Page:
In a high tree fork, a grey ball unfurls. Koala seeks his mother's milk, but for the first time, she won't let him into her pouch. It's time for Koala to make his own way in the world. Rival koalas, fierce storms, and frightening snakes force Koala to keep moving — until he finds a safe place to call his own. 

This is a wonderful book from a great Australian author and a legendary illustrator. 

At one level, this a wonderful story about a young koala growing up in the world. However, at the same time readers can learn a lot about this rare marsupial. A wonderful book for readers (or 'listeners') aged 4-7 years.

3. Early Childhood

Entries in this category may be fiction, drama or poetry and should be appropriate in style and content for children who are at the prereading or early stages of reading. Ages 0-7 years


'Rodney Loses It!' by Michael Gerard Bauer. Illustrated by Chrissie Krebs (Omnibus)

Rodney was a rabbit who loved nothing more than drawing. He never found it tiresome, tedious or boring. But then one day, disaster struck, the one thing Rodney feared, while working at his drawing desk his pen just...DISAPPEARED! A truly hysterical search for a missing pen, by award-winning author Michael Gerard Bauer.

Honour Books

'The Very Noisy Baby' by Alison Lester (Affirm Press)
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Here is the story of a very noisy baby. She could bellow like a buffalo, And roar like a lion, And howl like a wolf for a very long time.

The baby loves to make all kinds of sounds. She's really very loud. But when some animals in the town go missing, can the very noisy baby help? Find out in this wonderfully boisterous story, full of action, fun (and noise!).

Alison Lester is one of Australia's most accomplished and popular writer/illustrators who has been awarded many prizes. Fans will love this book.

'Hark, It's Me, Ruby Lee!' by Lisa Shanahan. Illustrated Binny (Hatchette Australia) Lee is a little girl with a very big imagination. Every week Ruby's teacher, Mrs Majestic-Jones, asks special people to do special jobs in her class. Ruby would do anything to be the messenger, as she's the best in her class at announcing. But will her wild imagination get in the way?

A delightful story about an adorable and irrepressible heroine.

4. The Book of the Year: Younger Readers

Entries in this category may be fiction, drama or poetry and should be appropriate in style and content for readers from the middle to upper primary years.
Ages 8-12 years.


'How to Bee' by Bren MacDibble (Allen & Unwin)

Peony lives with her sister and grandfather on a fruit farm outside the city. In a world where real bees are extinct, the quickest, bravest kids climb the fruit trees and pollinate the flowers by hand. Will Peony's grit and quick thinking be enough to keep her safe? 

A story about family, loyalty, kindness and bravery, set against an all-too possible future where climate change has forever.

 Suitable for readers 8-12 years.

Honour Books

'Henrietta and the Perfect Night' by Martine Murray (Allen & Unwin)

"Hello everybody, it's me. Henrietta the Great Go-Getter, and I'm having a big think. Right now I'm thinking I'd like a baby sister, so I can dress her up in different sorts of hats. But Mum says we'll have to wait and see. I'm terrible at waiting. Meanwhile, I'm an explorer of life, and that includes trees, bugs, animals and all mysteries. I'm going to school for the very first time, which means I might have to go as a spy so that I can have a secret peep inside."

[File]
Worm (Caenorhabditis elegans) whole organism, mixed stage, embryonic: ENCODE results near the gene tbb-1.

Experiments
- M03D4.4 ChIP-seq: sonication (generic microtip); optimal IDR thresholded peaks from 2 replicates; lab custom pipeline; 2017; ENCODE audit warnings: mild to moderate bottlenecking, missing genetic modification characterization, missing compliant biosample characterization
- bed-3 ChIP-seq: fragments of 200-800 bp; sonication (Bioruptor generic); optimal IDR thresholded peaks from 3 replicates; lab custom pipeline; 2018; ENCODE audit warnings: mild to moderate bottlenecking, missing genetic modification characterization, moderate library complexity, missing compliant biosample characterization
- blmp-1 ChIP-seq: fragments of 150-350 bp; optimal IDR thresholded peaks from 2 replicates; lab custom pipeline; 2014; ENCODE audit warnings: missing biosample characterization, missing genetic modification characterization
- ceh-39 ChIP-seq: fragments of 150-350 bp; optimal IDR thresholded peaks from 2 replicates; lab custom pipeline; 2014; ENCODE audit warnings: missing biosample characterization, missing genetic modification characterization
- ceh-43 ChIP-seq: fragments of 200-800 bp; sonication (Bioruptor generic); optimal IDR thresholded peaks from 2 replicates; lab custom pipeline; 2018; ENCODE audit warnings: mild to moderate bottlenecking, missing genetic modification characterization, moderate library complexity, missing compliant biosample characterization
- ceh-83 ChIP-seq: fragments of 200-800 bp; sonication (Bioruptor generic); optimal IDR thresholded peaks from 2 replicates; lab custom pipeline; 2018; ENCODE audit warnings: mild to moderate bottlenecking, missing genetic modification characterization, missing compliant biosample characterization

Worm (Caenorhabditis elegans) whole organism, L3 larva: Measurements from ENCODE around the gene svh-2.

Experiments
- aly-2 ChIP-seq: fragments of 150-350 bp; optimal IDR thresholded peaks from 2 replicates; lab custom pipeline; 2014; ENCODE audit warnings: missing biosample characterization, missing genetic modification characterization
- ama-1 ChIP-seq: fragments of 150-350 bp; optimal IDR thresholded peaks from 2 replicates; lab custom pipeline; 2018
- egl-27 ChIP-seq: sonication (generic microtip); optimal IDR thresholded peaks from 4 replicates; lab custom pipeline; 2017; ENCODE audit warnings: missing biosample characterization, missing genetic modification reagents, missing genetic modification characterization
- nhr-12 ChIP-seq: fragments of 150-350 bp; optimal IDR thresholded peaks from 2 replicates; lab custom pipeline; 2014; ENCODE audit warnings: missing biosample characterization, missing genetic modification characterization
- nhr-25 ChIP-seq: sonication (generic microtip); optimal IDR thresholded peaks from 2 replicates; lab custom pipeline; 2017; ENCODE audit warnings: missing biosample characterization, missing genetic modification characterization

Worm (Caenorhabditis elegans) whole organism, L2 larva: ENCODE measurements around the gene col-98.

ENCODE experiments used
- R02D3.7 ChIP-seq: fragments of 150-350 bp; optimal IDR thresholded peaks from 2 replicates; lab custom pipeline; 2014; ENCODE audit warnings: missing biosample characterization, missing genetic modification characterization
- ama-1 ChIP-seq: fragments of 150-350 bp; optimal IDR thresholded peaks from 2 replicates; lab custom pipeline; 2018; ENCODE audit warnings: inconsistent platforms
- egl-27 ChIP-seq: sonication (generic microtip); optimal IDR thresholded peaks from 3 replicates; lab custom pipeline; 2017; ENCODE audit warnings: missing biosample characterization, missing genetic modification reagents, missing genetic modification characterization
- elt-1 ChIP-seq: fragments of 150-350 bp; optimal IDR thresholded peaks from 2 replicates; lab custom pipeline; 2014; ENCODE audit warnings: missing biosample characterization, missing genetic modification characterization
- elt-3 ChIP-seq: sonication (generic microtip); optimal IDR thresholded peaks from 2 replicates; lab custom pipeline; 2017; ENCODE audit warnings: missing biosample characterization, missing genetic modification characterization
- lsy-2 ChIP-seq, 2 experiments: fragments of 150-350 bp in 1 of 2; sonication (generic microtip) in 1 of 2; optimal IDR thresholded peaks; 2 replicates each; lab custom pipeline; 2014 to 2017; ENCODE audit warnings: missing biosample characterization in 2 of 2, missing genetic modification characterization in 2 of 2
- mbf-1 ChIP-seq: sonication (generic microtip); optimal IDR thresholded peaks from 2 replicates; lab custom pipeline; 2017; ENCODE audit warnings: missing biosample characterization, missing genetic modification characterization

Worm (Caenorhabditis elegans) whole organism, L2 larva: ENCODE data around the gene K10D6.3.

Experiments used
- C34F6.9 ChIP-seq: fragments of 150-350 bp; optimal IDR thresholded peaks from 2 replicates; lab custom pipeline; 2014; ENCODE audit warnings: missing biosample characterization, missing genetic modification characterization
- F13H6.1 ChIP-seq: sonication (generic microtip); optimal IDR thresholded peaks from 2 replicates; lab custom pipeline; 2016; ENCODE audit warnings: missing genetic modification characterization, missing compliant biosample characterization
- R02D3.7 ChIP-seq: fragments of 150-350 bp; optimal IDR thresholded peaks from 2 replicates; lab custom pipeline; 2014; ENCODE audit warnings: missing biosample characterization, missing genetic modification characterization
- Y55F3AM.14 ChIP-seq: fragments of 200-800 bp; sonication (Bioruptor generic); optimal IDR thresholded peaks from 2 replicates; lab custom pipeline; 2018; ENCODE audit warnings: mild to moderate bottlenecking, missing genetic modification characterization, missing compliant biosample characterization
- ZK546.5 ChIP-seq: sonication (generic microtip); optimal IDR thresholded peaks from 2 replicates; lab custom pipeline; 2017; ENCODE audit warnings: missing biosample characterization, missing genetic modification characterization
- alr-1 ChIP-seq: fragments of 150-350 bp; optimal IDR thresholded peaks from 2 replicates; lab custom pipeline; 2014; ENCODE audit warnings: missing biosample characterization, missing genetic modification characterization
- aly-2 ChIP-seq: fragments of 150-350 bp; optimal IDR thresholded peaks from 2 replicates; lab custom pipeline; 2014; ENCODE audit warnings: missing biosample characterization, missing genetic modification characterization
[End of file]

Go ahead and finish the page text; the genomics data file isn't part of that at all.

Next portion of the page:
When Henrietta sees Olive Higgie crying in the classroom, she goes on a rescue mission and finds that you only need one friend in a room full of strangers to feel perfectly happy. Henrietta's stories are full of funny thoughts and discoveries, and maybe the best are the ones that take a long time to come.

'Marsh and Me' by Martine Murray (Text Publishing)

There’s a hill out the back of Joey’s house. Hardly anyone goes there—it’s not a beautiful place, just a covered-over old rubbish tip. But Joey likes it up there. It’s his hill—somewhere he likes to go to wonder about life. He longs to be the best at something, to be a famous astronaut, or mountain climber, to stand out.

Marsh and Me is a story about friendship and trust and learning to believe in yourself and what makes you special.

The fact that Martine managed 2 honour books from separate publishers is impressive!

5. Book of the Year: Older Readers

Entries in this category may be fiction, drama or poetry and should be appropriate in style and content for readers in their secondary years of schooling. Ages 13-18 years. These books are for mature readers, so guidance is desirable for readers in their early teens.


'Take Three Girls' by Cath Crowley, Simone Howell & Fiona Wood (Pan Macmillan Australia)

This is a story about three girls which readers in their early teens will understand and enjoy.

Ady - not the confident A-Lister she appears to be.
Kate - brainy boarder taking risks to pursue the music she loves.
Clem - disenchanted swim-star losing her heart to the wrong boy.

All are targeted by PSST, a toxic website that deals in gossip and lies. St Hilda's antidote to the cyber-bullying? The Year 10 Wellness program. Nice try - but sometimes all it takes is three girls.

Honour Books

'Mallee Boys' by Charlie Archbold (Wakefield Press)

"Sometimes I feel like I'm neither one thing nor another. I live in the Mallee but I don't like the desert. I live on a farm but I get hay fever and I'm scared of goats. I like school but my best mates don't. I'm stuck between stuff. It's like I'm not meant to be here but I am."